GAZA/OCCUPIED JERUSALEM: A cease-fire agreement between Israel and the Palestinians aimed at ending their seven-week conflict in Gaza went into effect Tuesday, and joyous Palestinians streamed into the streets of the battered enclave to celebrate.
No clear victor emerged from what had become a war of attrition between the Middle East’s most powerful armed forces and the dominant Hamas movement in the Gaza Strip, but Palestinian groups described the cease-fire as a victory.
Having exacted a heavy toll in Palestinian lives and property, Israel said it had dealt a strong blow to Hamas, killing several of its military leaders and destroying the group’s cross-border infiltration tunnels. But Israel also faced persistent rocket fire for nearly two months, which caused an exodus from some border communities and became part of daily life in its commercial heartlands.
Palestinian and Egyptian officials said the truce deal called for an indefinite halt to hostilities, and Israel was to ease bans on imports into Gaza, including aid and material for reconstruction. The deal also allows Palestinians to fish 6 nautical miles offshore, up from 3 nautical miles.
In a month, the cease-fire calls for talks to begin in Cairo on more complex issues, including building a seaport and airport in Gaza, release of Hamas prisoners in the occupied West Bank and Israel’s demand that Hamas disarm.
A senior official from Hamas voiced willingness for the security forces of Western-backed Palestinian President Mahmoud Abbas and the unity government he formed in June to control the passage points.
Both Israel and Egypt view Hamas as a security threat and are seeking guarantees that weapons will not enter the territory of 1.8 million people.
After the cease-fire began at 7 p.m. local time, crowds and traffic filled the Gaza streets. Car horns blared and recorded chants praising God sounded from mosque loudspeakers.
“Today we declare the victory of the resistance, today we declare the victory of Gaza,” Hamas spokesman Sami Abu Zuhri said.
Several senior Hamas and Islamic Jihad leaders appeared in public shortly after the truce took hold, the first time they had done so since the conflict began on July 8.
Among them was Mahmoud al-Zahar, a senior member of the Hamas political wing, and senior Islamic Jihad official Mohammad al-Hindi, who gave a rousing victory speech to thousands of people gathered in a square in Gaza City’s Rimal neighborhood.
When the fighting had begun, the leadership of both groups went to ground and did not make a single public appearance for fear of being targeted by Israel, who said they were legitimate targets for assassination.
“We’re going to build our port and our airport, and if they attack our port, we will attack theirs and if they attack our airport, we will attack theirs – again,” Zahar told the crowd.
He was referring to a two-day suspension of flights into Tel Aviv by major U.S. and European airlines in mid-July, after a rocket from Gaza struck near the runway, a move hailed as a victory by Hamas.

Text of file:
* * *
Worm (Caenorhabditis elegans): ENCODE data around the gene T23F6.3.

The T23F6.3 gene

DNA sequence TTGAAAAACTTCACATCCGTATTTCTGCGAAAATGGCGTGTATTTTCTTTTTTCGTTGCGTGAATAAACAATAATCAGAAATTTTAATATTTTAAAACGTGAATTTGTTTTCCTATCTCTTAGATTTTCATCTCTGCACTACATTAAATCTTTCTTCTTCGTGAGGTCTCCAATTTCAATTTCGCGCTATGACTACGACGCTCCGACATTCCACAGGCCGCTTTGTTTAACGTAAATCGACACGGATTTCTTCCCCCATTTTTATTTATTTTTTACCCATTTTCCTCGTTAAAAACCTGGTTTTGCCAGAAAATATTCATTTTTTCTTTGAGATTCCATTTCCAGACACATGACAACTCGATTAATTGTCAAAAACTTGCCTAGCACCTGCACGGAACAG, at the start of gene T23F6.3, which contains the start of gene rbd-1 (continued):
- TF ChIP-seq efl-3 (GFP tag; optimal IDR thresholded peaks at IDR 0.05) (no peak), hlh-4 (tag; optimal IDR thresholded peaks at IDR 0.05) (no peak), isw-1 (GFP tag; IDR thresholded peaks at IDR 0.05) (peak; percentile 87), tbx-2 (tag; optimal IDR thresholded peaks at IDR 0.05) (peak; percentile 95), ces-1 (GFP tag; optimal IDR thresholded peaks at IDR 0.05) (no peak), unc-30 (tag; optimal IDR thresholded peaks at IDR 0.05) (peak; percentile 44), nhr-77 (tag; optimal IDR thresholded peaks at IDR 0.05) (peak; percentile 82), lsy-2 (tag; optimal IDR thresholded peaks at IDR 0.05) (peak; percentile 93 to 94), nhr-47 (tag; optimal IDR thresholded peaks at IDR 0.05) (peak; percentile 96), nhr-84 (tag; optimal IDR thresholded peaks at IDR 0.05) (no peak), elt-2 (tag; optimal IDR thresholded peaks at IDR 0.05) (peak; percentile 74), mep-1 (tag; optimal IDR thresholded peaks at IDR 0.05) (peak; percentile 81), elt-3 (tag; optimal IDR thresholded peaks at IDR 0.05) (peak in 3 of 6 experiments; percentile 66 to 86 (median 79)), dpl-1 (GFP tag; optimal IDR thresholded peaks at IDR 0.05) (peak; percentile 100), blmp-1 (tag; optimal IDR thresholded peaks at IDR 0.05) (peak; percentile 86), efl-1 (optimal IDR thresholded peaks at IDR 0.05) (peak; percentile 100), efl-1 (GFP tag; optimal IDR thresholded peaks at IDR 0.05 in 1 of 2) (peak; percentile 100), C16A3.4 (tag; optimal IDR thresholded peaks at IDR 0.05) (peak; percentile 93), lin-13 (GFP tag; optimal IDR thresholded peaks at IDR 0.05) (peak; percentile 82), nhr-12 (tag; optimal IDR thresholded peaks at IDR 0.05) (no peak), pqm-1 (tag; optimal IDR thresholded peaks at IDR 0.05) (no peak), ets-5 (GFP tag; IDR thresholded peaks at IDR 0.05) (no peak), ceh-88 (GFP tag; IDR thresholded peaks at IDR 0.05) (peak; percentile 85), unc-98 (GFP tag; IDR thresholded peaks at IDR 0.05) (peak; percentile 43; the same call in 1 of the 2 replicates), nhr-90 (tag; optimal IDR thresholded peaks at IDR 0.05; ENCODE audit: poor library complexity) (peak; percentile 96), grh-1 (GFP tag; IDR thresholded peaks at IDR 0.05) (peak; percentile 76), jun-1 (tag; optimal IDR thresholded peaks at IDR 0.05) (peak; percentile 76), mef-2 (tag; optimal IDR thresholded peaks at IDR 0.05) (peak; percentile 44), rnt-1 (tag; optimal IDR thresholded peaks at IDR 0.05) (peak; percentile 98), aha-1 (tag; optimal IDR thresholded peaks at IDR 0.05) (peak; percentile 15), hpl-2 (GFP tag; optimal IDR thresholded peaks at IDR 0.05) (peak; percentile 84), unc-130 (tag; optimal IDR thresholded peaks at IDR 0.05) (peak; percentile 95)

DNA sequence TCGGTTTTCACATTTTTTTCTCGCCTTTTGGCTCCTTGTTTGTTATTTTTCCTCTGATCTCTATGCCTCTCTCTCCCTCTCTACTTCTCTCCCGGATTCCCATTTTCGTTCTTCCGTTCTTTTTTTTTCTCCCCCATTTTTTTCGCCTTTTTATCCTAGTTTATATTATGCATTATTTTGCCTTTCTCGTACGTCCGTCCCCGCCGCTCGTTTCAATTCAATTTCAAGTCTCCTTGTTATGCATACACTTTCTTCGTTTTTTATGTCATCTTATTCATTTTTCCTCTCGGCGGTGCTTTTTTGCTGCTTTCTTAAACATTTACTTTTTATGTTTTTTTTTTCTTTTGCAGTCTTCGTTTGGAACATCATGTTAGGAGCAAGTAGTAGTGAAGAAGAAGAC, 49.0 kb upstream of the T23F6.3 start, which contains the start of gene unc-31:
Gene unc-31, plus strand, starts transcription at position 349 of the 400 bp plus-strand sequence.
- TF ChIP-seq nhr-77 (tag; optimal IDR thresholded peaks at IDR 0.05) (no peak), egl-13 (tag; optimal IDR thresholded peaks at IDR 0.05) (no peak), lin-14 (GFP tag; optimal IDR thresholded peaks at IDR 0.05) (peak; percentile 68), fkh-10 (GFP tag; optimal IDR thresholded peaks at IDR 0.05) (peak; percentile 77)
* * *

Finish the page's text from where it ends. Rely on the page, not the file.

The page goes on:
Speaking from Beirut, the leader of Islamic Jihad, Ramadan Shalah, congratulated the Palestinians on their “miraculous victory.”
“It is your day to celebrate Gaza,” Shalah told reporters during a press conference, although he warned that the war with Israel was far from over.
“There are no assurances with regards to the continuity of the cease-fire, despite a notable Egyptian effort in following up,” he said, warning that past experiences had made the resistance wary of a possible breach.
Abbas said the end of the war underscored the need to find a permanent solution to the conflict with Israel. “What’s next? Gaza has been subjected to three wars. Shall we expect another war in a year or two? Until when will this issue be without a solution?” he asked. Israel, meanwhile, gave a low-key response to the truce.A statement issued by Mark Regev, a spokesman for Prime Minister Benjamin Netanyahu, said Israel had accepted the Egyptian proposal for “an open-ended cease-fire” and would attend Cairo talks on Gaza’s future only if there was a “total end to terror attacks” from the enclave.
“We have no problem with civilian support for Gaza,” Regev said. “We don’t want to see Hamas rebuild its military machine.”
The United States urged both sides to comply with the terms of the agreement, which it hoped would “prove to be durable and sustainable.”
The conflict has taken a heavy toll in the Gaza Strip. Palestinian health officials say 2,139 people, the majority civilians, including more than 490 children were killed on the Palestinian side. Sixty-four Israeli soldiers and six civilians in Israel were killed.
Minutes before the truce began, a rocket fired from Gaza killed two people in an Israeli kibbutz near the Gaza border, police said.
In Gaza, police reported that an Israeli airstrike 13 minutes before the cease-fire began caused the collapse of a five-story building in the town of Beit Lahiya.
Booms from Israeli strikes could be heard in Gaza after the truce announcement was made.
The Palestinian Center for Human Rights said 540,000 people had been displaced in the territory.
“We have mixed feelings. We are in pain for the losses but we are also proud we fought this war alone and we were not broken,” said Gaza teacher Ahmad Awf, 55, as he held his 2-year-old son in his arms and joined in the street festivities.